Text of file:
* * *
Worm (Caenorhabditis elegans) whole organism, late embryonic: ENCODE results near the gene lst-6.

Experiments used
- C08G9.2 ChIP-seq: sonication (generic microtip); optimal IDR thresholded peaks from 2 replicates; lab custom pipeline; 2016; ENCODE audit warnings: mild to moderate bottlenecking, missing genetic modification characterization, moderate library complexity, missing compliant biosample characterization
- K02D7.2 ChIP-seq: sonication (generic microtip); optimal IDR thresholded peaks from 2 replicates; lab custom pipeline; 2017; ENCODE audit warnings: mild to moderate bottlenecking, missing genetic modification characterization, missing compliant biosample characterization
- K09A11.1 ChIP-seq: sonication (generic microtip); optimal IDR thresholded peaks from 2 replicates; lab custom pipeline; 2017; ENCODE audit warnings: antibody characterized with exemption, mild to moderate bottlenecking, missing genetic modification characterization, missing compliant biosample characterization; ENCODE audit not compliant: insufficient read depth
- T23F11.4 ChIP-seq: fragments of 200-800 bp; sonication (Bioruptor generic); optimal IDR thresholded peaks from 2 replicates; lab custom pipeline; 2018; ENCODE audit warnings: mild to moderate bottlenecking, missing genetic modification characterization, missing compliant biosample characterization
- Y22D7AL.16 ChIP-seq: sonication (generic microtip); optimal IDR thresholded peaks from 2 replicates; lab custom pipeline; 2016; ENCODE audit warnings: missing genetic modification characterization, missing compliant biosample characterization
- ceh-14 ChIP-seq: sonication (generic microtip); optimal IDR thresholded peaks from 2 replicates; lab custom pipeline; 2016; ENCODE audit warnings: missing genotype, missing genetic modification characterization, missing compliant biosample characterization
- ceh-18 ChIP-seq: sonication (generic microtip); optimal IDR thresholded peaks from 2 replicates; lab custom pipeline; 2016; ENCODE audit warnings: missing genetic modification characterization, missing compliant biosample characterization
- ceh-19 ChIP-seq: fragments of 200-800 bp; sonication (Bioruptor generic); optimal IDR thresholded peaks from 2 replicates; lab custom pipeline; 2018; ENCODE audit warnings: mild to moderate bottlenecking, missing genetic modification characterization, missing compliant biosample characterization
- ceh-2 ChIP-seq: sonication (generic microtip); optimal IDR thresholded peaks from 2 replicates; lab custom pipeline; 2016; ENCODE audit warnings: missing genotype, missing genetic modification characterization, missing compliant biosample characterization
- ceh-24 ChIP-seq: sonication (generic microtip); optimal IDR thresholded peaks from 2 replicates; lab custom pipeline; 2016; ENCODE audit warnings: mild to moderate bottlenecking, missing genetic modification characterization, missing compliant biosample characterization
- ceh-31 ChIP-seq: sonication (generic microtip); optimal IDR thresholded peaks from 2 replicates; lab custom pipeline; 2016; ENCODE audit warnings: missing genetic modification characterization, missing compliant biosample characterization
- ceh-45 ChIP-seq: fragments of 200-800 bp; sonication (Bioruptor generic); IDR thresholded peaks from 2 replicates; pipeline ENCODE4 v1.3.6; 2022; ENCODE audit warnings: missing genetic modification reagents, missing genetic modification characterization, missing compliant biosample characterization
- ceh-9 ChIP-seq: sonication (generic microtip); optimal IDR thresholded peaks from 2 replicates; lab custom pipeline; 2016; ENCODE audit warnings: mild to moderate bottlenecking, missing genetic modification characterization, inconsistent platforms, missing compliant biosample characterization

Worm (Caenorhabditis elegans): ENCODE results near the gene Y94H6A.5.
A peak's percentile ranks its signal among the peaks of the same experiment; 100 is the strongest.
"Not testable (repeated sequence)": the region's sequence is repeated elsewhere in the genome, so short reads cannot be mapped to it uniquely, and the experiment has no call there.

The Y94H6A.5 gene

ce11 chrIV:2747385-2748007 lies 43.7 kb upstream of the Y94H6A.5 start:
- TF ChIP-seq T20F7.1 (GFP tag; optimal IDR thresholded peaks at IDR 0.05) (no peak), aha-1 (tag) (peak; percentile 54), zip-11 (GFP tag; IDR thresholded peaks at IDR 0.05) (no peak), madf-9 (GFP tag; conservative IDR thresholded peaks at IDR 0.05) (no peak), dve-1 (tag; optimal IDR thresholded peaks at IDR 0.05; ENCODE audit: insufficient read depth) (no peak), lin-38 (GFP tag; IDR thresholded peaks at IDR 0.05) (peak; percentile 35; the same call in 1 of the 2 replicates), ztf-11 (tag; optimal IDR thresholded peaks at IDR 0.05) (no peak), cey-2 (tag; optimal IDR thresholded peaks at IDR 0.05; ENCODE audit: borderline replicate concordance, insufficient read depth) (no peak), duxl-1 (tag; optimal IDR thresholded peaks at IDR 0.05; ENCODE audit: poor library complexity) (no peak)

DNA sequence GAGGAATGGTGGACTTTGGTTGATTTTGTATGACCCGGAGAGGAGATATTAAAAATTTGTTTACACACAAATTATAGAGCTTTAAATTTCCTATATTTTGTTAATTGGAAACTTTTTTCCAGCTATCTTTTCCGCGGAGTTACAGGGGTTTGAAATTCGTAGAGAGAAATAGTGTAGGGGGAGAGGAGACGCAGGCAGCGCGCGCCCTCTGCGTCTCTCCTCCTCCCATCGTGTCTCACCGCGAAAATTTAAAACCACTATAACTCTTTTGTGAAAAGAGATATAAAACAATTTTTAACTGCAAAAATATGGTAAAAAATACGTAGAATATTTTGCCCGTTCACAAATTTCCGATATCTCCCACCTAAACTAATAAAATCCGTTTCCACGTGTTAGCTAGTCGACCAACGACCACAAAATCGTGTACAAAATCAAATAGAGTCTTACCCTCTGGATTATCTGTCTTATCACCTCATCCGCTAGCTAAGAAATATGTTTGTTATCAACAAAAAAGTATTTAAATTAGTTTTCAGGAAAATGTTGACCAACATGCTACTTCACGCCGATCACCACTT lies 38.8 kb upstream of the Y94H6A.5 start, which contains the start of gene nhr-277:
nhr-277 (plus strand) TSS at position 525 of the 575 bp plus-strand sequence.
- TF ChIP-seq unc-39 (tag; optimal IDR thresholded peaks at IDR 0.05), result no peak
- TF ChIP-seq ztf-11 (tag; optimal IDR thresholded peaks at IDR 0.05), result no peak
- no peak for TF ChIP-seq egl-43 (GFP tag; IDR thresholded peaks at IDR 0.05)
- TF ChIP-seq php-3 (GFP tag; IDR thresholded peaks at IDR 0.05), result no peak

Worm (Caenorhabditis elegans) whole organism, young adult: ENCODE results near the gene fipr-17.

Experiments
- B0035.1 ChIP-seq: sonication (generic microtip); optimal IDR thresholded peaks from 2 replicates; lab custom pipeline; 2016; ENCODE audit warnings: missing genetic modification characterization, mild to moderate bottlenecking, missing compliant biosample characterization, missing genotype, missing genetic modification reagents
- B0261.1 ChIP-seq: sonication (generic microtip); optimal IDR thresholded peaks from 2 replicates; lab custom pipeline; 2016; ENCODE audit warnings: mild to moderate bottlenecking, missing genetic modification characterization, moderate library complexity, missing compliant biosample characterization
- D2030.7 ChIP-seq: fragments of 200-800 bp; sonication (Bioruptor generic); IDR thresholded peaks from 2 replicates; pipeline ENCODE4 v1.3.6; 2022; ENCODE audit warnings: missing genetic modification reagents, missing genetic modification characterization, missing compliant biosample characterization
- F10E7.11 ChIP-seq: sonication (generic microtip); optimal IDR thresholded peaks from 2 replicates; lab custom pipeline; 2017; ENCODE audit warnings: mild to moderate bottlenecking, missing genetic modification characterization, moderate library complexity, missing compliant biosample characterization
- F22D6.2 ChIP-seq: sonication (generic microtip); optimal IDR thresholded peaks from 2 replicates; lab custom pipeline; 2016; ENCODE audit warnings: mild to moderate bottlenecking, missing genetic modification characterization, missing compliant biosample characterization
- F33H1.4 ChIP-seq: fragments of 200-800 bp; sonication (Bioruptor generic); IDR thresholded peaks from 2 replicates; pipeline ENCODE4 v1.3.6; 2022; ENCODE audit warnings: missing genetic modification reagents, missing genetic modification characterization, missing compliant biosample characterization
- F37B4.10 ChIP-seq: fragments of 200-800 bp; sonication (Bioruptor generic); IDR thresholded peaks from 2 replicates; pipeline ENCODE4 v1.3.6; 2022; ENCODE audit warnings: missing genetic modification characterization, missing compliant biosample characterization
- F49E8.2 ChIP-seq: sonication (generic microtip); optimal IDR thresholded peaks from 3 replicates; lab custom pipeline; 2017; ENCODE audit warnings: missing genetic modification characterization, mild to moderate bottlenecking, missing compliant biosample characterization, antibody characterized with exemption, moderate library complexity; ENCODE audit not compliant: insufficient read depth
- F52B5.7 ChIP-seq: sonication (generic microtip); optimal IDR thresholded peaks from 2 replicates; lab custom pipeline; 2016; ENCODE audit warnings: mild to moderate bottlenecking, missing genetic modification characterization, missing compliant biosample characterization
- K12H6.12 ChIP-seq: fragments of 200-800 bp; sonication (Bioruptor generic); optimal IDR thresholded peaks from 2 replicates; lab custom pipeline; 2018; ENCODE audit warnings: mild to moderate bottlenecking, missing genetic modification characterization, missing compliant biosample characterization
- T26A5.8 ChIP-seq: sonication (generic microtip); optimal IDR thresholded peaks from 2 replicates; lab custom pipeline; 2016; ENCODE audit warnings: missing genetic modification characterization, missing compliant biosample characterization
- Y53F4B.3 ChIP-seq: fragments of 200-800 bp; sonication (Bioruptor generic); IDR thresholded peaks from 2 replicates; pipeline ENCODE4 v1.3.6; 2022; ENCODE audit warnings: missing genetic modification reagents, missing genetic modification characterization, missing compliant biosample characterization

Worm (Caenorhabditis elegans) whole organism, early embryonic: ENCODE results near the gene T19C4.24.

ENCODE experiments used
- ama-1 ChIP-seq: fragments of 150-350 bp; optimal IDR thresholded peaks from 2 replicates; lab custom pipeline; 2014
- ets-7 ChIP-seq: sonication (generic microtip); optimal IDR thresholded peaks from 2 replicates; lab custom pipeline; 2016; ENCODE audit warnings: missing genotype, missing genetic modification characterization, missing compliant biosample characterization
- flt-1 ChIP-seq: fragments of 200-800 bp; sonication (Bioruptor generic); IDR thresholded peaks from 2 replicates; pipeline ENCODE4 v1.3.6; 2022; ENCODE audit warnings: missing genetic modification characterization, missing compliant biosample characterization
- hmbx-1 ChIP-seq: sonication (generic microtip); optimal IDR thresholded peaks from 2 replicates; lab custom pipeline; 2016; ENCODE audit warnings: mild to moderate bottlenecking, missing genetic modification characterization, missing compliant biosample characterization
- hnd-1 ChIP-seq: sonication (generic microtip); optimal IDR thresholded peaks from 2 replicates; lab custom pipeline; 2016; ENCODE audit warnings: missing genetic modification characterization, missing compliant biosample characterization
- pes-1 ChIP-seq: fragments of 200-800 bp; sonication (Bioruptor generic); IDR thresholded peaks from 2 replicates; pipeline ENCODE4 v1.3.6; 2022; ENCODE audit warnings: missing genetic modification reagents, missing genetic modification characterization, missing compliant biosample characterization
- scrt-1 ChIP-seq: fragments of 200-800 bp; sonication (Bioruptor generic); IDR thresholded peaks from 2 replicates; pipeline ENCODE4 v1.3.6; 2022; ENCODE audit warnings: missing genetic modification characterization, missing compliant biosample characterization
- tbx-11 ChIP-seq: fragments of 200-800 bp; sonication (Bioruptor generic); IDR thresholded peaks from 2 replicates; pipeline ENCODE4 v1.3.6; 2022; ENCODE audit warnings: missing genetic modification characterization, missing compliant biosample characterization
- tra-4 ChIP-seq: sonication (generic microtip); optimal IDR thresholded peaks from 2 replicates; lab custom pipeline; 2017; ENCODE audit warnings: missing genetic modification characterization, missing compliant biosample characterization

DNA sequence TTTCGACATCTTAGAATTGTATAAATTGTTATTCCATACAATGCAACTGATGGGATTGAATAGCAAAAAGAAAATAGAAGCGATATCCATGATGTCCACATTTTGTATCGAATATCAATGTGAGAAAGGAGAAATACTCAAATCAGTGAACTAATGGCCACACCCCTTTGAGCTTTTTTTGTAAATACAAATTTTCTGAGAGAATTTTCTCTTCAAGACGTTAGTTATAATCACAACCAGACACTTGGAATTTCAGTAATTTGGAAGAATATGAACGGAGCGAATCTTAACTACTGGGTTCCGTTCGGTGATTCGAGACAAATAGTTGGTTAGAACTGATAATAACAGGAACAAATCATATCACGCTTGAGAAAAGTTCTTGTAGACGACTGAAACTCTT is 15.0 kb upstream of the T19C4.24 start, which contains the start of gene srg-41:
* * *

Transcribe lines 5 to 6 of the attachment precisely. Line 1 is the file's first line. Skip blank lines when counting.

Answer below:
- K09A11.1 ChIP-seq: sonication (generic microtip); optimal IDR thresholded peaks from 2 replicates; lab custom pipeline; 2017; ENCODE audit warnings: antibody characterized with exemption, mild to moderate bottlenecking, missing genetic modification characterization, missing compliant biosample characterization; ENCODE audit not compliant: insufficient read depth
- T23F11.4 ChIP-seq: fragments of 200-800 bp; sonication (Bioruptor generic); optimal IDR thresholded peaks from 2 replicates; lab custom pipeline; 2018; ENCODE audit warnings: mild to moderate bottlenecking, missing genetic modification characterization, missing compliant biosample characterization